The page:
Therefore, be careful who you listen to. For Paul warns us that a time is coming, in truth I would argue that it has already arrived, when people will only listen to those who speak words that tickle their ears and by doing so, leave the path of truth. Let’s see what Paul has to say about these people and how we can keep from joining their number.
As we round the corner and head down the homestretch in our 2 Timothy study, we find a series of short, power-packed exhortations. It’s almost like Paul started running out of parchment but still had a lot he wanted to say. So he condensed and delivered his instructions in rapid fire sequence. However, even though these exhortations may be very short in word count, they hold much weight in personal application and practice. Therefore, we are going to take our time going through these final charges God gives us through Paul’s letter to Timothy. And as we do, may we have open and receptive hearts to receive these instructions and put them into daily practice.
2 Timothy 4 opens with a statement by which Paul declares whose authority he is writing and giving out exhortations under: Jesus Christ. In the power and direction of the Holy Spirit, Paul tells Timothy that the following exhortations are to be treated as a divine charge. While we know that the entire letter has been divinely inspired and ought to be treated as the Word of God, Paul wanted Timothy to pay special attention to these final instructions. Therefore, we also should listen up and see what the wise, mature Apostle felt was God’s marching orders for the next generation.
Imposters. Evildoers. People wearing the appearance of godliness, but denying the very power of God. These are all signs of the end days during which darkness and evil prevails. While Paul wrote about this over two thousand years ago, we are seeing the type of people he described in our world. However, in the face of such moral decline and wickedness among humanity, what should we as Christians be doing? How do we respond and live in the midst of these types of people?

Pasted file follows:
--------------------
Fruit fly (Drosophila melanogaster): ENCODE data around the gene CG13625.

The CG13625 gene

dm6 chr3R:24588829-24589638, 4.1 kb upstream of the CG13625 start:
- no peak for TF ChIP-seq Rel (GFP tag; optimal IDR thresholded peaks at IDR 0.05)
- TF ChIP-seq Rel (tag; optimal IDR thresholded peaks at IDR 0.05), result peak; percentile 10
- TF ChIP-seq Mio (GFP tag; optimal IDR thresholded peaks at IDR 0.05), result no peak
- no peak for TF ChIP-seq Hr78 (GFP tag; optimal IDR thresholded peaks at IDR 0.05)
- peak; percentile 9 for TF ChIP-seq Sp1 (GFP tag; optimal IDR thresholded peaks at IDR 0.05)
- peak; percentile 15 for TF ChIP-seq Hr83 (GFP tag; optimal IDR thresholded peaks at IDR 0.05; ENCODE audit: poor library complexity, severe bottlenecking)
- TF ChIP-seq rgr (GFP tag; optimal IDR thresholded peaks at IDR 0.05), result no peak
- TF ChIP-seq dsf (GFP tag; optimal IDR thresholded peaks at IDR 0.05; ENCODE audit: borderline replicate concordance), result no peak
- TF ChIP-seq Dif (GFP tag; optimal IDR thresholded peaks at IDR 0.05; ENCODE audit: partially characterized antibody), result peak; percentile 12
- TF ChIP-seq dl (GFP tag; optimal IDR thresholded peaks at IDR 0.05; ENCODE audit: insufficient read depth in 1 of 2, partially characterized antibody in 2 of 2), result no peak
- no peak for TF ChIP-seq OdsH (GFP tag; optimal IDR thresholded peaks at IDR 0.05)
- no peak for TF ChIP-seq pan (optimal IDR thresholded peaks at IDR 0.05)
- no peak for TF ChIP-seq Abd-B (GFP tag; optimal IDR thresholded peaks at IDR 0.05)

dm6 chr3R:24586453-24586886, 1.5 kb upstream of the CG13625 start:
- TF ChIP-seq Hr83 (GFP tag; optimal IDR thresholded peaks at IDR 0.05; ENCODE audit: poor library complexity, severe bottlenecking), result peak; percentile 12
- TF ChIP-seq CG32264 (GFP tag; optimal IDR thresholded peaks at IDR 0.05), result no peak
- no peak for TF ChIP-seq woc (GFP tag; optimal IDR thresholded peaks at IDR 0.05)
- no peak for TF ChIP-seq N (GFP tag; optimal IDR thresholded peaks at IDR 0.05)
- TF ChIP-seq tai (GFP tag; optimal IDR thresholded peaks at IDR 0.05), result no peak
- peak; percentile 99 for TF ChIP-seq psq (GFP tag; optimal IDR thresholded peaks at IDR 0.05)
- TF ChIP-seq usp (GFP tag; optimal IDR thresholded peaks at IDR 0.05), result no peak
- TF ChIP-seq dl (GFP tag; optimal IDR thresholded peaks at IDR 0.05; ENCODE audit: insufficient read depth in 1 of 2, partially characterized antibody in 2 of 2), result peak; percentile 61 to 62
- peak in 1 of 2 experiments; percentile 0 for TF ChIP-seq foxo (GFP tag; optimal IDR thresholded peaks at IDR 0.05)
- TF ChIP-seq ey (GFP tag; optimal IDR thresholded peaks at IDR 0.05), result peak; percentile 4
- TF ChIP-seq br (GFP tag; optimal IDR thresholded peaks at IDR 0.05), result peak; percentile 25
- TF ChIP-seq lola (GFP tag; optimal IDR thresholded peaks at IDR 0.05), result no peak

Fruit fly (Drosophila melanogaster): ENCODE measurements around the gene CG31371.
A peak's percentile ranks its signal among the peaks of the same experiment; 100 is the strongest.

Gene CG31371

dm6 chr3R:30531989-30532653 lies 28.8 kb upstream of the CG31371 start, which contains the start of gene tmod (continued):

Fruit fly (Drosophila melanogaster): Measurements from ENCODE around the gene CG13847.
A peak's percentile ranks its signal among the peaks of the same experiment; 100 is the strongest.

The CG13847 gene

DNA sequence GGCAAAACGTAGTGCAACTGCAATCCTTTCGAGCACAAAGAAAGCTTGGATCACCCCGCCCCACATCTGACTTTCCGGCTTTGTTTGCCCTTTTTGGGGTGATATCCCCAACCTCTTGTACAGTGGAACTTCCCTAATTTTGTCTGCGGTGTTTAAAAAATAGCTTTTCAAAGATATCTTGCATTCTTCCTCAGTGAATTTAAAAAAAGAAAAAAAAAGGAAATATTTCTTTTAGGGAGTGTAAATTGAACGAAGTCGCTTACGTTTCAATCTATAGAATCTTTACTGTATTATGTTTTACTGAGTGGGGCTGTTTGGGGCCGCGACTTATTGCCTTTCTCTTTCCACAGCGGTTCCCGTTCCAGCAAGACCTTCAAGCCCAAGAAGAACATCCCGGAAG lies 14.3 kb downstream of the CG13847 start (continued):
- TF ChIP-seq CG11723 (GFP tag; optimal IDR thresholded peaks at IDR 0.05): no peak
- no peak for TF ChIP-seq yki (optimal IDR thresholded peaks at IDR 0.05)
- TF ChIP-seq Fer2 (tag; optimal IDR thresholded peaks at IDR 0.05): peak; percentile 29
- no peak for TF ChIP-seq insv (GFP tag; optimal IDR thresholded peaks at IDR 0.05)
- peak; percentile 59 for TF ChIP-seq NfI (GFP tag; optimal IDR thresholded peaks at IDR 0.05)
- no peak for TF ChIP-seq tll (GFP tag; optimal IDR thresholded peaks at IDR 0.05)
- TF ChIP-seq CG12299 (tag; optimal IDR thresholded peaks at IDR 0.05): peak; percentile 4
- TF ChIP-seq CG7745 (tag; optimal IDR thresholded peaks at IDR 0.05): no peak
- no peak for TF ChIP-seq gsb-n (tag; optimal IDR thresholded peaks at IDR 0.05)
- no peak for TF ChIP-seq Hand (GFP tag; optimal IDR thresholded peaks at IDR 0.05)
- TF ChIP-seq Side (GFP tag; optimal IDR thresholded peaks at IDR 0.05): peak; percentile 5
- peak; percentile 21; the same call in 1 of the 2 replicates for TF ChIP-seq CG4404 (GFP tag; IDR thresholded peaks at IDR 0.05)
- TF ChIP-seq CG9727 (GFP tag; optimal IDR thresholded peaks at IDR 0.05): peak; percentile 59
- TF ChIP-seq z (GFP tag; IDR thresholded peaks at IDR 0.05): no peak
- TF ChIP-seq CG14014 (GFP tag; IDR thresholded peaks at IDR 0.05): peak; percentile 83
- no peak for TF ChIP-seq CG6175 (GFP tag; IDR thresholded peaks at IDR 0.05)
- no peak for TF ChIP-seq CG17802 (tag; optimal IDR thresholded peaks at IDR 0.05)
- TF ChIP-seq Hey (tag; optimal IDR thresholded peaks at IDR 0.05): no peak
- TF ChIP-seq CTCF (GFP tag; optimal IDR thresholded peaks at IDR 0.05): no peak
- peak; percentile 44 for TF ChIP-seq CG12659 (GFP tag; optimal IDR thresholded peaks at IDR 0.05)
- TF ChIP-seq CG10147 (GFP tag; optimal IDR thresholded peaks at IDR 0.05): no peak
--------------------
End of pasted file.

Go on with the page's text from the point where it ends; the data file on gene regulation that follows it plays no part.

The world is a dark place. Our moral culture is sliding and people are getting closer and closer to doing whatever is right in their own eyes. In America, we’ve seen a dramatic shift in cultural norms as families have broken apart, moral standards have loosened, and disunity has riddled our nation. However, none of this has taken God by surprise! In fact, He warns us through the Apostle Paul that difficult days are coming during which time sin would run rampant in people’s hearts. Here’s what Paul writes in 2 Timothy 3:1-5:
“But understand this, that in the last days there will come times of difficulty. For people will be lovers of self, lovers of money, proud, arrogant, abusive, disobedient to their parents, ungrateful, unholy, heartless, unappeasable, slanderous, without self-control, brutal, not loving good, treacherous, reckless, swollen with conceit, lovers of pleasure rather than lovers of God, having the appearance of godliness, but denying its power. Avoid such people.”
Approved workmen. Clean vessels of honor. These are positions and descriptions that we ought to strive for. However, what practical steps can we take to attain them? In his letter to Timothy, Paul gives us some answers to this question. He writes:
“So flee youthful passions and pursue righteousness, faith, love, and peace, along with those who call on the Lord from a pure heart. Have nothing to do with foolish, ignorant controversies; you know that they breed quarrels. And the Lord’s servant must not be quarrelsome but kind to everyone, able to teach, patiently enduring evil, correcting his opponents with gentleness.”
~2 Timothy 2:22-25a